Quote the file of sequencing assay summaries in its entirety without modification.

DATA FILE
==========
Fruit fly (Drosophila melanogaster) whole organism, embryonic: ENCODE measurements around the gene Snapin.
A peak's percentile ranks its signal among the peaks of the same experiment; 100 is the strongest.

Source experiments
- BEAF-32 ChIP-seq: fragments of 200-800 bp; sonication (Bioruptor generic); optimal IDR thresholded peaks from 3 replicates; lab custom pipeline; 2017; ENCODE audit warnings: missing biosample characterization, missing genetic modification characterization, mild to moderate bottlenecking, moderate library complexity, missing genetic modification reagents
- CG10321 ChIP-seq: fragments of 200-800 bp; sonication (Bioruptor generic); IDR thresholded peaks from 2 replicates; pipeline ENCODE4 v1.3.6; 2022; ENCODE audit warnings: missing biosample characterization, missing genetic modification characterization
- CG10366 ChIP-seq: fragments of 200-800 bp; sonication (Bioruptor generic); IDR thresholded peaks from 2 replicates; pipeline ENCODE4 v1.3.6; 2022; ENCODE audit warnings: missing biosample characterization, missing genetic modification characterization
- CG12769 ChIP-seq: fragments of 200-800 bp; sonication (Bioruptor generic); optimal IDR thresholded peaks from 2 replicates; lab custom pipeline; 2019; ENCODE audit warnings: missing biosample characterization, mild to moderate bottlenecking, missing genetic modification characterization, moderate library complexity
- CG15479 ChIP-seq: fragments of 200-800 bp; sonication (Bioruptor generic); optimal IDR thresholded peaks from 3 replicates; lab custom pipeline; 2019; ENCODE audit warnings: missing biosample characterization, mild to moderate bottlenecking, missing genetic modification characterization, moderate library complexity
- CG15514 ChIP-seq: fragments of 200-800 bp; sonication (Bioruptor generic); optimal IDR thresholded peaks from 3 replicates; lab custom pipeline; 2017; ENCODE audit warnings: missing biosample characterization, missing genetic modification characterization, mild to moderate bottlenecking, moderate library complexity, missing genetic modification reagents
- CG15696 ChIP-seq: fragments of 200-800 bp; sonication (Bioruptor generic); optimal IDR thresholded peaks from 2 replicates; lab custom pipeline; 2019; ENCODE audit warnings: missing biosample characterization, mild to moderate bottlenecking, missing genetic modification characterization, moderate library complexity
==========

Fruit fly (Drosophila melanogaster) whole organism, embryonic: ENCODE measurements around the gene Snapin.
A peak's percentile ranks its signal among the peaks of the same experiment; 100 is the strongest.

Source experiments
- BEAF-32 ChIP-seq: fragments of 200-800 bp; sonication (Bioruptor generic); optimal IDR thresholded peaks from 3 replicates; lab custom pipeline; 2017; ENCODE audit warnings: missing biosample characterization, missing genetic modification characterization, mild to moderate bottlenecking, moderate library complexity, missing genetic modification reagents
- CG10321 ChIP-seq: fragments of 200-800 bp; sonication (Bioruptor generic); IDR thresholded peaks from 2 replicates; pipeline ENCODE4 v1.3.6; 2022; ENCODE audit warnings: missing biosample characterization, missing genetic modification characterization
- CG10366 ChIP-seq: fragments of 200-800 bp; sonication (Bioruptor generic); IDR thresholded peaks from 2 replicates; pipeline ENCODE4 v1.3.6; 2022; ENCODE audit warnings: missing biosample characterization, missing genetic modification characterization
- CG12769 ChIP-seq: fragments of 200-800 bp; sonication (Bioruptor generic); optimal IDR thresholded peaks from 2 replicates; lab custom pipeline; 2019; ENCODE audit warnings: missing biosample characterization, mild to moderate bottlenecking, missing genetic modification characterization, moderate library complexity
- CG15479 ChIP-seq: fragments of 200-800 bp; sonication (Bioruptor generic); optimal IDR thresholded peaks from 3 replicates; lab custom pipeline; 2019; ENCODE audit warnings: missing biosample characterization, mild to moderate bottlenecking, missing genetic modification characterization, moderate library complexity
- CG15514 ChIP-seq: fragments of 200-800 bp; sonication (Bioruptor generic); optimal IDR thresholded peaks from 3 replicates; lab custom pipeline; 2017; ENCODE audit warnings: missing biosample characterization, missing genetic modification characterization, mild to moderate bottlenecking, moderate library complexity, missing genetic modification reagents
- CG15696 ChIP-seq: fragments of 200-800 bp; sonication (Bioruptor generic); optimal IDR thresholded peaks from 2 replicates; lab custom pipeline; 2019; ENCODE audit warnings: missing biosample characterization, mild to moderate bottlenecking, missing genetic modification characterization, moderate library complexity